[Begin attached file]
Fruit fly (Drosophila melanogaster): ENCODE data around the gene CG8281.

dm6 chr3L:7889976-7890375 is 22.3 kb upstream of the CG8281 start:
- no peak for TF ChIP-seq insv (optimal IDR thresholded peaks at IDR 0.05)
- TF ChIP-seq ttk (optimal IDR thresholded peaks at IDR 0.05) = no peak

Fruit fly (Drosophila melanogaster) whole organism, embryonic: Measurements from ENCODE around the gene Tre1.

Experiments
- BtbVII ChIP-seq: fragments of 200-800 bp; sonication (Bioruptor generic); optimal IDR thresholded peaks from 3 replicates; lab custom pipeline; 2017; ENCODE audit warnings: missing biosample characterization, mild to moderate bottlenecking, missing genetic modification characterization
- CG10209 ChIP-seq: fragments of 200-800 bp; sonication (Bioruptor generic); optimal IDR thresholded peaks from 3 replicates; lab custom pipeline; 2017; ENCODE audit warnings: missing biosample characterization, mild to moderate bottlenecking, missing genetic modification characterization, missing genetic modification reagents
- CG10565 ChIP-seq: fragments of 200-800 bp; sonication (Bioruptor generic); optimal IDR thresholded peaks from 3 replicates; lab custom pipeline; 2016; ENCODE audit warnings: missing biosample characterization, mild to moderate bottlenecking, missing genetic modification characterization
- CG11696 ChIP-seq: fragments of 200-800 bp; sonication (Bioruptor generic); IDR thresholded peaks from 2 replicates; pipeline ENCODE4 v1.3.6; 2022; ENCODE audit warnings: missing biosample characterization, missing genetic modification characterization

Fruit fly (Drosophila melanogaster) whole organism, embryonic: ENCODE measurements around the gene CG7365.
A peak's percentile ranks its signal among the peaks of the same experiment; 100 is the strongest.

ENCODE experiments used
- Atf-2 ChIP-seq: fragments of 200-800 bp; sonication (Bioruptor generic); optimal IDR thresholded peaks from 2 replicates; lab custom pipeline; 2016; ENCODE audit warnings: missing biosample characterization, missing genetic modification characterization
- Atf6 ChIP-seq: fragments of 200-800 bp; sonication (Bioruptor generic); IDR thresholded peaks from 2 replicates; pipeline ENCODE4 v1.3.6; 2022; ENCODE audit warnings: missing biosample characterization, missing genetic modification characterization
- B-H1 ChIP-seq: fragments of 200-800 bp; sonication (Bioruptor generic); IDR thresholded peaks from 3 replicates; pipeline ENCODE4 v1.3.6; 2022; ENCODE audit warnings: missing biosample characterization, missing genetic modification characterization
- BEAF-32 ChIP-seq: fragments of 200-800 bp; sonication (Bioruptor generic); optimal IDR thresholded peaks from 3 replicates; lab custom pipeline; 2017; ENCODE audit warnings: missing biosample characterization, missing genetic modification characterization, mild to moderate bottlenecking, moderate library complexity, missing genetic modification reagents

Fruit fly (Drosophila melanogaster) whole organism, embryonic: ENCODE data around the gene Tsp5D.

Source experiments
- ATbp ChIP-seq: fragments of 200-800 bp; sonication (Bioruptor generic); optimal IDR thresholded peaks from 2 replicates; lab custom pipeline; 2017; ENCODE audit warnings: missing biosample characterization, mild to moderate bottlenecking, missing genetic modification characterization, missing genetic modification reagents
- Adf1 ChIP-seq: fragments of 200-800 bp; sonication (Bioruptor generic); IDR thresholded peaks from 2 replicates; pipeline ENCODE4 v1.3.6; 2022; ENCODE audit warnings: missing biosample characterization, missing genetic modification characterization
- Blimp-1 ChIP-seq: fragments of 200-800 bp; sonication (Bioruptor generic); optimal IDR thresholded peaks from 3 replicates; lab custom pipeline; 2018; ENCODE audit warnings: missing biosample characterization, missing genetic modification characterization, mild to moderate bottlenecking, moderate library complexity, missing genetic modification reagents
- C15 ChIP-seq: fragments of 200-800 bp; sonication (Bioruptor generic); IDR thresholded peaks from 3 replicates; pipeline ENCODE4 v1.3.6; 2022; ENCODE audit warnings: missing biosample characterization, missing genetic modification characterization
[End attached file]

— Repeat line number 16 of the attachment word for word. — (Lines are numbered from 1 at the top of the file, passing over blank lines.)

- B-H1 ChIP-seq: fragments of 200-800 bp; sonication (Bioruptor generic); IDR thresholded peaks from 3 replicates; pipeline ENCODE4 v1.3.6; 2022; ENCODE audit warnings: missing biosample characterization, missing genetic modification characterization